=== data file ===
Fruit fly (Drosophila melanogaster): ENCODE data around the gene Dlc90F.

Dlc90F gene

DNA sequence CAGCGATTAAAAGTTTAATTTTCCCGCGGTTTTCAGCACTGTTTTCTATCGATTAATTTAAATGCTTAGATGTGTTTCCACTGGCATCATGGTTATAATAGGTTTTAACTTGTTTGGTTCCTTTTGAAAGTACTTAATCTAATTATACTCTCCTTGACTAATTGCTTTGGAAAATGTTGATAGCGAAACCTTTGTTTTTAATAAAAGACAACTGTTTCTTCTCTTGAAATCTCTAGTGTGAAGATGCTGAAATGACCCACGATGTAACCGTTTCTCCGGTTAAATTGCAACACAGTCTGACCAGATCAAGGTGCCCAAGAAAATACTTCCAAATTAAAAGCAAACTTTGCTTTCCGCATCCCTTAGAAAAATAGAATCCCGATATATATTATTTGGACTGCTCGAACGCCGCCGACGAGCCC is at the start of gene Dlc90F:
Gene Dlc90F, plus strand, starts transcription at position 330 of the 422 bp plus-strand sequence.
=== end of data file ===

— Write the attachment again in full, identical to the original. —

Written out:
Fruit fly (Drosophila melanogaster): ENCODE data around the gene Dlc90F.

Dlc90F gene

DNA sequence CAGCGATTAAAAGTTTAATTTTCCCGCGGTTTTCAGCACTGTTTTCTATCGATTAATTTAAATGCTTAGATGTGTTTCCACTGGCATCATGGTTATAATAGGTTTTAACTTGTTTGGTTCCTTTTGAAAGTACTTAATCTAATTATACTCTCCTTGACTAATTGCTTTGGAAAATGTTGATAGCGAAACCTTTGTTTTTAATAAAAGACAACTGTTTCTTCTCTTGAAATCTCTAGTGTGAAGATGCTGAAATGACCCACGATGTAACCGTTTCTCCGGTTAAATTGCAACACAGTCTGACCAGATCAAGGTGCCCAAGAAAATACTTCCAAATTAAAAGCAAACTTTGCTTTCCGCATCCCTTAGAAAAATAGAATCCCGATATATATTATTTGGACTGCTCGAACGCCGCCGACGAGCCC is at the start of gene Dlc90F:
Gene Dlc90F, plus strand, starts transcription at position 330 of the 422 bp plus-strand sequence.